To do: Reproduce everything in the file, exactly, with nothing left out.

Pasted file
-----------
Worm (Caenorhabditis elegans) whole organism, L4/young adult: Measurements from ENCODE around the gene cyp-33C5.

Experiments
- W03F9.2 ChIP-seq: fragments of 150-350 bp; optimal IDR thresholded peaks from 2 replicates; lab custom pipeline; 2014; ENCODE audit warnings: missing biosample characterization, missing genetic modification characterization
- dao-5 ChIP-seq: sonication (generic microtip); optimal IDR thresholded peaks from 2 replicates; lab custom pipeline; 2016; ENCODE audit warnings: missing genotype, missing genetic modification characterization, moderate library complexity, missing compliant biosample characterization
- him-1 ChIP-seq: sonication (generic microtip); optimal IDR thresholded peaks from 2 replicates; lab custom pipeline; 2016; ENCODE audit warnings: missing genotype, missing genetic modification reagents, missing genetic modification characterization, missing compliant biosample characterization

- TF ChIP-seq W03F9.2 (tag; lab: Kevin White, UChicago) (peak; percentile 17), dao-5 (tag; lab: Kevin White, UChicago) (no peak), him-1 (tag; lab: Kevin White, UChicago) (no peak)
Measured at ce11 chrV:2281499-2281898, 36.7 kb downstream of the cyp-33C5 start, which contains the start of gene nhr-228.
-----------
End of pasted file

Worm (Caenorhabditis elegans) whole organism, L4/young adult: Measurements from ENCODE around the gene cyp-33C5.

Experiments
- W03F9.2 ChIP-seq: fragments of 150-350 bp; optimal IDR thresholded peaks from 2 replicates; lab custom pipeline; 2014; ENCODE audit warnings: missing biosample characterization, missing genetic modification characterization
- dao-5 ChIP-seq: sonication (generic microtip); optimal IDR thresholded peaks from 2 replicates; lab custom pipeline; 2016; ENCODE audit warnings: missing genotype, missing genetic modification characterization, moderate library complexity, missing compliant biosample characterization
- him-1 ChIP-seq: sonication (generic microtip); optimal IDR thresholded peaks from 2 replicates; lab custom pipeline; 2016; ENCODE audit warnings: missing genotype, missing genetic modification reagents, missing genetic modification characterization, missing compliant biosample characterization

- TF ChIP-seq W03F9.2 (tag; lab: Kevin White, UChicago) (peak; percentile 17), dao-5 (tag; lab: Kevin White, UChicago) (no peak), him-1 (tag; lab: Kevin White, UChicago) (no peak)
Measured at ce11 chrV:2281499-2281898, 36.7 kb downstream of the cyp-33C5 start, which contains the start of gene nhr-228.